Much of Malaysia’s natural beauty has been destroyed in the name of development but the Terengganu state government seems determined to preserve the state’s natural beauty and to profit from it through sustainable tourism.
The Perhentian Island Challenge is one of the events that the state government is supporting towards this end because it is an environmentally aware race as well as a visitor magnet.
One of the jewels of the state, Perhentian, consists of two islands located very close together and is very popular with local and overseas tourists.
“Conservation is our greatest strength in tourism,” says Datuk Mohamed Nasir Ibrahim Fikri, deputy chairman of the Terengganu State Industrial Development Committee. “That’s why we have kept development to a minimum. You won’t see tall buildings on Perhentian. We are also working on a method to control the number of people on the island at any one time.”
Tim Ho Wooi Choong, project manager for PIC Adventures Sdn Bhd, which is organising the race, agrees that development on the islands should be controlled. He says the island’s rustic landscape is what attracts tourists, pointing out that at least half the people on the island are foreigners.
“These tourists are nature lovers and not the sort who are looking for theme parks or shopping malls. They are not litterbugs and observe the requirements in safeguarding the island’s natural beauty.
“We want to avoid our past mistakes, which caused us to lose our leatherback turtles and precious coral reefs at Pulau Redang,” adds Mohamed Nasir. “With our current conservation efforts, the green turtles and sharks are beginning to return. We hope the leatherback turtles will eventually come back, too.”
Perhentian Island’s 1,400 residents are mostly fishermen. A small number are also involved in the tourism and hospitality industry. All will come together and show off their unique culture and cuisine during the Perhentian Island Challenge 2007 on Aug 25.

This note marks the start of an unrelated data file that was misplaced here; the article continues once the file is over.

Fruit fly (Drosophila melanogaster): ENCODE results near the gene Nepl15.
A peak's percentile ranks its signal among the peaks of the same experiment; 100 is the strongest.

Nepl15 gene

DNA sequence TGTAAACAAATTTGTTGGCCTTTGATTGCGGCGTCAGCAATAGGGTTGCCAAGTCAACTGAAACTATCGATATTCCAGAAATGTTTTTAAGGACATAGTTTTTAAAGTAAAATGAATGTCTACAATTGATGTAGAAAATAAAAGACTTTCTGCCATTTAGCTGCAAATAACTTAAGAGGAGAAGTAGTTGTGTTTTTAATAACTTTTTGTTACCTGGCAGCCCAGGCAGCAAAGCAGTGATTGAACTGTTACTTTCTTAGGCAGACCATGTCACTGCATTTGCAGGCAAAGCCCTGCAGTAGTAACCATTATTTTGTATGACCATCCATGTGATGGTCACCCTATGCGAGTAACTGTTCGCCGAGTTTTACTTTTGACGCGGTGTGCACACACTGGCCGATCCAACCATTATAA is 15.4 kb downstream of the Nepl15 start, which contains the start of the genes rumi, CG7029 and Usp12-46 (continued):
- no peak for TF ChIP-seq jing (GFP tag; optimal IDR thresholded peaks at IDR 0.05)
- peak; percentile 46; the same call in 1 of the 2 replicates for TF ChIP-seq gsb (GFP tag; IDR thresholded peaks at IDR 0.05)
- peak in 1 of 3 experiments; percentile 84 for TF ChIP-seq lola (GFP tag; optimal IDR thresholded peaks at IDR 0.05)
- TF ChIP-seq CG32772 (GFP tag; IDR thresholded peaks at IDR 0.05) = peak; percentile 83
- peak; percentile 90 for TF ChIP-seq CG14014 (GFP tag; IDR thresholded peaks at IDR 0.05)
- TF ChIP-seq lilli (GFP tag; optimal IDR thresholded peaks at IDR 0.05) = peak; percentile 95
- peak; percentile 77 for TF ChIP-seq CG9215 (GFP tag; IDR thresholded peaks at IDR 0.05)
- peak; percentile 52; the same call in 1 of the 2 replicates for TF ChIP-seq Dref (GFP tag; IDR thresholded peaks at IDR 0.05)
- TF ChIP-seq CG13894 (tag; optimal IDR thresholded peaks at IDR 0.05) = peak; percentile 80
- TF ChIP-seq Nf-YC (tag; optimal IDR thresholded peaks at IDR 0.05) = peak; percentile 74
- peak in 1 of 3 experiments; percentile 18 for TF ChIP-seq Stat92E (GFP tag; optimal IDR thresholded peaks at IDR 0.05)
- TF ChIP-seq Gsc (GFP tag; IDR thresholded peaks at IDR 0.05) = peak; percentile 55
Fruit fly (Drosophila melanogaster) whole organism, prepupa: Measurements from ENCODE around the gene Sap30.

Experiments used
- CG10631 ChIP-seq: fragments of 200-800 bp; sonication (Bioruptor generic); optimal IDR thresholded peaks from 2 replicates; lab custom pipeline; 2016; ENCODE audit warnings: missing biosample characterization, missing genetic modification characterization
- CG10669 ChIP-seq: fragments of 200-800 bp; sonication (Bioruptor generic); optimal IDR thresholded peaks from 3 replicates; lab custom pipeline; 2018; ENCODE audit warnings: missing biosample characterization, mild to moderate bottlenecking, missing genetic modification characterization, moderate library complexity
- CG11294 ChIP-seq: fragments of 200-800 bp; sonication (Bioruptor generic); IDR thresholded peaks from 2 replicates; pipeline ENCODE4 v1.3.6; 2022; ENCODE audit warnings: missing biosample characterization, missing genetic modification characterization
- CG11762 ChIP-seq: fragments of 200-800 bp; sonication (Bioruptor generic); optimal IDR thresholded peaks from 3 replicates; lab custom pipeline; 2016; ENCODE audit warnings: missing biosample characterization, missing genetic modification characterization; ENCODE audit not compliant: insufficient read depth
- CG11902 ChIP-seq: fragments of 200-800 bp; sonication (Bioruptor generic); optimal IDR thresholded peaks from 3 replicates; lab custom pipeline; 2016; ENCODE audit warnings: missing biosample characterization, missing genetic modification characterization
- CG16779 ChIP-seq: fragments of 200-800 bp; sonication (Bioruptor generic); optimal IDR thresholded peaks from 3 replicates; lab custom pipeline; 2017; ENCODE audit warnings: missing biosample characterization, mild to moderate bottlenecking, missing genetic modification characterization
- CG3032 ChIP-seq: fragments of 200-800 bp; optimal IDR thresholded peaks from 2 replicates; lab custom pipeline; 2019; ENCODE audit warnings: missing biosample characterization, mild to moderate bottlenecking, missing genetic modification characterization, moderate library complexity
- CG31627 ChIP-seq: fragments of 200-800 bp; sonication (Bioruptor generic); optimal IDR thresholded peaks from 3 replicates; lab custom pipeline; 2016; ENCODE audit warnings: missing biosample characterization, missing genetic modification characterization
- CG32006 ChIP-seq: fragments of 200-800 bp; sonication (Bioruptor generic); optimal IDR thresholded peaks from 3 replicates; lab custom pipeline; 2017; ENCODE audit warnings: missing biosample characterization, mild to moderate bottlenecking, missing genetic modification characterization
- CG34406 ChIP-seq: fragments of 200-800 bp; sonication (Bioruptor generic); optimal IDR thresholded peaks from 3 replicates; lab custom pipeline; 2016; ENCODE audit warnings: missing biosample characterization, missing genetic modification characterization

There will be stalls offering mouth-watering delicacies like laksam, local keropok, satar (which is made of fish and coconut) and otak-otak.
“We will also produce dishes from the past like loklit, which the younger generation has rarely seen,” says Mohamed Nasir. It is made of tapioca and banana and dipped in coconut and sugar.
All these delicacies will be served free of charge to race participants, thanks to the state government’s sponsorship.
The locals will also introduce traditional games like panjat tiang licin (where players try to climb a slippery pole to grab a flag) and pukul bantal (a pillow fight at sea, on wooden poles).
Handicraft made by the islanders will also be on display.
“The Challenge has done much to make the island known worldwide. When I was in London and Berlin recently, I met people who had never heard of Terengganu. They could barely pronounce the name but, surprisingly, many recognised Perhentian Island and knew its location,” says Mohamed Nasir.
In keeping with Terengganu’s commitment to conservation, race participants will join in a clean-up exercise of the beach and the ocean on the last day of the Challenge on Aug 26. This should give everyone a sense of having done something worthwhile, regardless of the outcome of the race.